Political Animal


October 06, 2011 3:35 PM Looking to Round 2 of the jobs fight

By Steve Benen

Is Congress going to pass the American Jobs Act? Let’s just say it’s a long shot. But given the economic need, and the popularity of the plan’s provisions, what’s the Democratic plan in the event of predictable Republican obstructionism?

President Obama, in his press conference this morning, said something I hadn’t heard from him before.

“[If Senate Minority Leader Mitch McConnell] chooses to vote against it, or if members of his caucus choose to vote against it, I promise you we’re going to keep on going, and we will put forward maybe piece by piece each component of the bill. And each time they’re going to have to explain why it is that they’d be opposed to putting teachers back in the classroom, or rebuilding our schools, or giving tax cuts to middle-class folks, and giving tax cuts to small businesses. […]

“If … everybody on Capitol Hill is cynical and saying there’s no way that the overall jobs bill passes in its current form, we’re just going to keep on going at it. I want everybody to be clear. My intention is to insist that each part of this, I want an explanation as to why we shouldn’t be doing it, each component part: putting people back to work rebuilding our roads, putting teachers back in the classroom, tax cuts for small businesses and middle-class families, tax breaks for our veterans. We will just keep on going at it….”

One of the underlying points of White House’s public relations campaign is to make Republicans pay a political price for rejecting a credible, popular, bipartisan jobs bill during an unemployment crisis. What Obama said today is that he hopes to see the GOP pay a political price more than once.

In other words, if Republicans kill the legislation, Dems will then press GOP members to start also killing its component parts, one at a time. It’s one thing to reject a package deal; it’s more striking to force Republicans to vote against popular ideas, over and over again — no to infrastructure investments, no to small business tax cuts, no to saving teachers’ jobs, no to the jobs-for-veterans tax break, etc.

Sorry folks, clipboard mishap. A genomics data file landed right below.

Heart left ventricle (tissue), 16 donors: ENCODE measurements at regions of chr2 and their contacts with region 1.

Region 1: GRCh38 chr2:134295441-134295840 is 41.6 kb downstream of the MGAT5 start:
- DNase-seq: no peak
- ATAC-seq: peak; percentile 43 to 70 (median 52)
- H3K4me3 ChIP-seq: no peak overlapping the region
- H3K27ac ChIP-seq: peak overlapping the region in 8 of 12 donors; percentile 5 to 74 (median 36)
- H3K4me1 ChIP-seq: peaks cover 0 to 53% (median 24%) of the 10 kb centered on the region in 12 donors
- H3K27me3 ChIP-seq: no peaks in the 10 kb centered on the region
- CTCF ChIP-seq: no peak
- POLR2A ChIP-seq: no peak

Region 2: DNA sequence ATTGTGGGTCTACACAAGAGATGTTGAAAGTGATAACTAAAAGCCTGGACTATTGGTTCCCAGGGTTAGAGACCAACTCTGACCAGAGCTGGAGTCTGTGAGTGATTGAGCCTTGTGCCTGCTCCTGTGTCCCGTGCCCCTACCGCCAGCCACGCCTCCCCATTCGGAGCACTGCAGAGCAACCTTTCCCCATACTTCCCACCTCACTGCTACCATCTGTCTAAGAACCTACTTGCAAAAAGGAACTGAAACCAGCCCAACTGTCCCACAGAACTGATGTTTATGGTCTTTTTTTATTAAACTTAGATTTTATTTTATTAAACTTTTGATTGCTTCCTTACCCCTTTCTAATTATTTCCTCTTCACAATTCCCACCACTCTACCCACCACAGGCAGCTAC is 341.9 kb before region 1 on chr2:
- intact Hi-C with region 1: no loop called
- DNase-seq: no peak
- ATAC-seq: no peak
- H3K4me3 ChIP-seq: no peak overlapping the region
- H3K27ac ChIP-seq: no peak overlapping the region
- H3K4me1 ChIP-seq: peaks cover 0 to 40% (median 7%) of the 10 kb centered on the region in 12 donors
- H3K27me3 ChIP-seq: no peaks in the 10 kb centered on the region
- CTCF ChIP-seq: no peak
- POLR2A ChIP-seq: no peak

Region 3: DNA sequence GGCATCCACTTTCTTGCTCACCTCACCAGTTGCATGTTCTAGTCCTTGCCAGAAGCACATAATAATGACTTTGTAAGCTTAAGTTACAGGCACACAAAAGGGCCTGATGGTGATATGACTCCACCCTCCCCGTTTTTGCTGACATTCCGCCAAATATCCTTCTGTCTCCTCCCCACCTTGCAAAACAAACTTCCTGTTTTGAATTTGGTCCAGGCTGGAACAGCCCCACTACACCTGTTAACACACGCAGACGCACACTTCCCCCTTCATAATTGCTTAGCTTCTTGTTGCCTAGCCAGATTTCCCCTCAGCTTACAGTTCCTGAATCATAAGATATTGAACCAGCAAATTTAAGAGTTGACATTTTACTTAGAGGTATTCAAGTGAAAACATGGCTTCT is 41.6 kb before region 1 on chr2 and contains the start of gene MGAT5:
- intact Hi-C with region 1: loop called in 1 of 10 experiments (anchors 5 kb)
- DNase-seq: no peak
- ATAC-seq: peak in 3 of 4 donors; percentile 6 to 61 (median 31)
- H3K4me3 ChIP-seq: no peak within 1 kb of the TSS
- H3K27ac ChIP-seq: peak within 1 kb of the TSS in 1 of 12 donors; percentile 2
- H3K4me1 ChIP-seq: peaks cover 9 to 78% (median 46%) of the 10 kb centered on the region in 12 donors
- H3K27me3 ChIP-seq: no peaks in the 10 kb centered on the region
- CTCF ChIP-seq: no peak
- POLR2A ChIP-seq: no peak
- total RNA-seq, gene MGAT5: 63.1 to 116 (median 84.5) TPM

Would the purpose of these string of votes be political? Obviously, though Dems may hope to catch a break and wear down some GOP members. But as stunts go, this would make a lot of sense — going into an election year, with 9% unemployment, getting Republicans on record opposing every good idea on jobs puts the party in an awkward spot.

Steve Benen is a contributing writer to the Washington Monthly, joining the publication in August, 2008 as chief blogger for the Washington Monthly blog, Political Animal.


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  • Live Free or Die on October 06, 2011 3:47 PM:

    I agree with what Obama is doing. I doubt it will make any difference. 85% of the districts are gerrymandered so that they are uncompetitive. All the Republicans have to do is win their primaries. This is why despite polls showing the GOP being unpopular, they do not care. They only care about their primary. They would not care if they were at 1%. They would still act the same way.

  • zandru on October 06, 2011 3:51 PM:

    Live Free or Die!?! I don't mean to be disrespectful, but your post makes it seem as if you've already chosen.

  • zeitgeist on October 06, 2011 3:59 PM:

    it appears that Team Obama, or perhaps Obama himself, made a very big gamble. Presumably he had this populist, fighting ability and the backbone for it all along and knew it would be needed. It appears they have tried to stall as long as they could, looking presidential, building as much cred as possible on the bipartisanship issue and trying to figure out precisely the latest moment Obama could switch gears.

    i have a very strong fear that they gambled wrong and waited too late (not to be re-elected -- the R's will nominate such a lame candidate that re-election should be easy. the real issue is to salvage the ability to have a productive remaining Presidency). but we'll see. i hope they got it right.

  • Live Free or Die on October 06, 2011 4:01 PM:


    "I don't mean to be disrespectful, but your post makes it seem as if you've already chosen."

    Chosen what? Does not compute. I'm happy with the new Obama. All I'm saying is that making then multiple votes will not change the outlook, because most Republicans are scared of challenges from their right.

  • QuestionEverything on October 06, 2011 4:08 PM:

    Doesn't threatening them with breaking it apart, piece by piece, open the door to the GOP pushing for specific parts of the Jobs Bill so that they can at least vote for one or two minor provisions? Thus allowing them the path to doing nothing but passing a very small piece of this that will not produce results anything close to what the full package would produce?